Stolen web pages
cthompson at SEL.BARC.USDA.GOV
Mon Jan 26 08:46:36 CST 2004
Interesting subject. And one should expand it to include stealing
information / data such as from posted databases.
There are two issues involved here: Copyright and Plagiarism
On the first, COPYRIGHT:
Given that one does and, in most cases, people do have copyright, then
stealing web pages is illegal. Unfortunately unless one can show
"economic" harm and has money to hire lawyers, etc., to sue, there isn't
much one can do about the stolen web pages. Also, remember anything on
the web falls under the Digital Millenium Copyright Act WHICH DOES NOT
ALLOW FOR FAIR USE!
On the second, Plagiarism.
First, plagiarism is defined under US Federal policy on research
Plagiarism is the appropriation of another person's ideas, processes,
results, or words without giving appropriate credit. Other definitions
So, given that one steals your web pages and does not given the
appropriate attribution / byline / etc., then one can make a case of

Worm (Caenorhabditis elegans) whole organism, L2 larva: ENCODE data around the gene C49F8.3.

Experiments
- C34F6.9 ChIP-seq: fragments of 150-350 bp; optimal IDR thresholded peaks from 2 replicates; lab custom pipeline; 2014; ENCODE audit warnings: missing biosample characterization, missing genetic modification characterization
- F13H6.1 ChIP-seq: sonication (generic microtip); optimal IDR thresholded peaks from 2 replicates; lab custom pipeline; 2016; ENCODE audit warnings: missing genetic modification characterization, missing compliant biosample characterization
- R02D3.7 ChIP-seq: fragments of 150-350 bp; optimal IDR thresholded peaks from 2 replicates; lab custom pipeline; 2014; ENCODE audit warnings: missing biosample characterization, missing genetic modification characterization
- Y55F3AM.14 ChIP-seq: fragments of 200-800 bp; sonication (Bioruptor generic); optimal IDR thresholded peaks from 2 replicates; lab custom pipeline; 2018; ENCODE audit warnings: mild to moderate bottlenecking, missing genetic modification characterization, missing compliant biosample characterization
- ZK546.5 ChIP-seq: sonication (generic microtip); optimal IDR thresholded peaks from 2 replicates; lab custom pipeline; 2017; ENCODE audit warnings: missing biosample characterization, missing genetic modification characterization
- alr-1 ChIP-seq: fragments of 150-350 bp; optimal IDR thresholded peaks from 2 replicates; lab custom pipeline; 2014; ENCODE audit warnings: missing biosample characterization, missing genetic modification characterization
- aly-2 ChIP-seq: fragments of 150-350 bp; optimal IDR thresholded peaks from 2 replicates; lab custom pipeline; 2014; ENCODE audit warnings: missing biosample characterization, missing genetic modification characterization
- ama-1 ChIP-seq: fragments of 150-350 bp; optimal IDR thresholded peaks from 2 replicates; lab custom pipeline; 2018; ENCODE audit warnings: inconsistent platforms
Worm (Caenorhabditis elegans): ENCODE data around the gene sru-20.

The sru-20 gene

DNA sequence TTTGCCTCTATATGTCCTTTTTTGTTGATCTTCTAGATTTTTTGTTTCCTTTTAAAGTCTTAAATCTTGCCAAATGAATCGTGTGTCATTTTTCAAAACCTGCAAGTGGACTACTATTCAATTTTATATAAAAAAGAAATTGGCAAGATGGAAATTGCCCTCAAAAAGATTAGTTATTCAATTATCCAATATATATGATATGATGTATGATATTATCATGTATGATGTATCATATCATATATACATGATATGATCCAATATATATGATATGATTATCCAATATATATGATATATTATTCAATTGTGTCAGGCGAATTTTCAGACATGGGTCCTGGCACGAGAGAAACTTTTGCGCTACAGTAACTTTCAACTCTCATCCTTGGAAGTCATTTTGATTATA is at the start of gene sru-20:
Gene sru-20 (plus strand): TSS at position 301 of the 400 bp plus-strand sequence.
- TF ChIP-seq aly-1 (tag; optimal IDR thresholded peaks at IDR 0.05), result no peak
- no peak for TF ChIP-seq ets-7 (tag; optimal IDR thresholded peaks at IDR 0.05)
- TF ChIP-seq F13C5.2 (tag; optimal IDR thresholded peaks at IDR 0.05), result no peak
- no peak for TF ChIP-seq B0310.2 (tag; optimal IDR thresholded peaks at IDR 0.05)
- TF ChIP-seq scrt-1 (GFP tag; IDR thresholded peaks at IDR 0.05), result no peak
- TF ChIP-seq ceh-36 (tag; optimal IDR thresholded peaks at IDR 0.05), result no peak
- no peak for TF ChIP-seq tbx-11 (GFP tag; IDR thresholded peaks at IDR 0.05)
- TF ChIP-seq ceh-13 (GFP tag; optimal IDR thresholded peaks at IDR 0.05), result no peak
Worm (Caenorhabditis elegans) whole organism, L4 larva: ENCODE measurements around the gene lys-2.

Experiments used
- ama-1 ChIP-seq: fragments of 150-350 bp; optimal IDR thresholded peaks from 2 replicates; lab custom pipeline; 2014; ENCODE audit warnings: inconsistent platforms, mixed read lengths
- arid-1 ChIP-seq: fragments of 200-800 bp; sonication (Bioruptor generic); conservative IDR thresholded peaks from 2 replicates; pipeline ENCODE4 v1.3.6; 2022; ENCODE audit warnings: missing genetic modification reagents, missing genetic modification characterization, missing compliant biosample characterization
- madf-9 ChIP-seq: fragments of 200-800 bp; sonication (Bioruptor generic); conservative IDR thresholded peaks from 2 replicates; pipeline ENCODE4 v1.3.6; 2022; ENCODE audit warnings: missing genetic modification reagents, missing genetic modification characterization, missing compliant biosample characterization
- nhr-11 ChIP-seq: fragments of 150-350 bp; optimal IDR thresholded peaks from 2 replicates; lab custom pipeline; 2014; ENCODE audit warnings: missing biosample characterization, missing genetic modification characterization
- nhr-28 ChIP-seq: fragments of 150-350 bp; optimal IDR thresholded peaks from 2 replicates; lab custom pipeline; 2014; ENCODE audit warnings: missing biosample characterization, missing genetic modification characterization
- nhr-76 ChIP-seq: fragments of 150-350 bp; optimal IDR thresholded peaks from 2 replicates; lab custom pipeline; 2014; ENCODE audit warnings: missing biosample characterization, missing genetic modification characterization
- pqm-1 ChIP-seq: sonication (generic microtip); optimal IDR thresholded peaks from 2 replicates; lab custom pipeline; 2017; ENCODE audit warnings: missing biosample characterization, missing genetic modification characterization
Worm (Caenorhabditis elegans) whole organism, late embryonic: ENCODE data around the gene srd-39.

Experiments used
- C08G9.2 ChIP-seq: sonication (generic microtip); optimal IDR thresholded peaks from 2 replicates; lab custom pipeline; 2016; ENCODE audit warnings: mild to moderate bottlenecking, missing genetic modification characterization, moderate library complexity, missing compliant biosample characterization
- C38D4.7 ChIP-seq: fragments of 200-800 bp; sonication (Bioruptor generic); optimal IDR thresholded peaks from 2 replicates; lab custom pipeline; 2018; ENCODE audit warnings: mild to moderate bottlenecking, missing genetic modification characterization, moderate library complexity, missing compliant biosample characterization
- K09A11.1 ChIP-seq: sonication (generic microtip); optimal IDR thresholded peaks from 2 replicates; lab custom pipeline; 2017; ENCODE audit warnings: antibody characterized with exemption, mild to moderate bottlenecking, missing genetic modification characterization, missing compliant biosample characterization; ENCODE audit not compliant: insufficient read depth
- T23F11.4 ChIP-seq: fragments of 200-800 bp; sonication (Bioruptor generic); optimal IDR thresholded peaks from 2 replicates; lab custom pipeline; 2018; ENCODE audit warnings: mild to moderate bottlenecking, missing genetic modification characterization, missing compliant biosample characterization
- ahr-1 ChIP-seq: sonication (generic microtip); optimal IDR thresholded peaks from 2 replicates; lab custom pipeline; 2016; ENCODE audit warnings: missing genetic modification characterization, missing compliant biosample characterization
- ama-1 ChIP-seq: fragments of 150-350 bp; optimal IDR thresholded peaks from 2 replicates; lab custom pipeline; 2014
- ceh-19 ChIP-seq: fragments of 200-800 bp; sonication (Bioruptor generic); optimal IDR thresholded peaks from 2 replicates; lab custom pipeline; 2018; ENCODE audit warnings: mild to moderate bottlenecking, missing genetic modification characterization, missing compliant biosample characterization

plagiarism. Depending on where the offenders works, etc., plagiarism
may have great consequences, from loss of employment to loss of funds,
My Diptera site has been frequently ripped off. As a Federal employee I
can not make a copyright case as our work is without copyright. However,
the case of plagiarism can apply. So, my usual course when I discover
stolen web pages, etc., is to contact the employer of the offender or if
a student, then the professor or university, etc.
Usually the web pages disappear or are appropriately modified.
UNFORTUNATELY, the stealing of information / data is much more
difficult to document. And offenders frequently declare that they got
the information / data from other sources. But I suspect you know that
F. Christian Thompson
Systematic Entomology Lab., USDA
c/o Smithsonian Institution
PO Box 37012
Washington, DC 20013-7012
(202) 382-1800 voice
(202) 786-9422 FAX
cthompso at sel.barc.usda.gov e-mail
www.diptera.org web site
>>> Joel Hallan <joelhallan at HOTMAIL.COM> 01/26/04 08:06AM >>>
I would like to bring up a very touchy subject. What course can be
one finds that a web page he has published has been adopted into the
site of a supposedly professional person without even being asked to do
or being giiven credit for the original web page?
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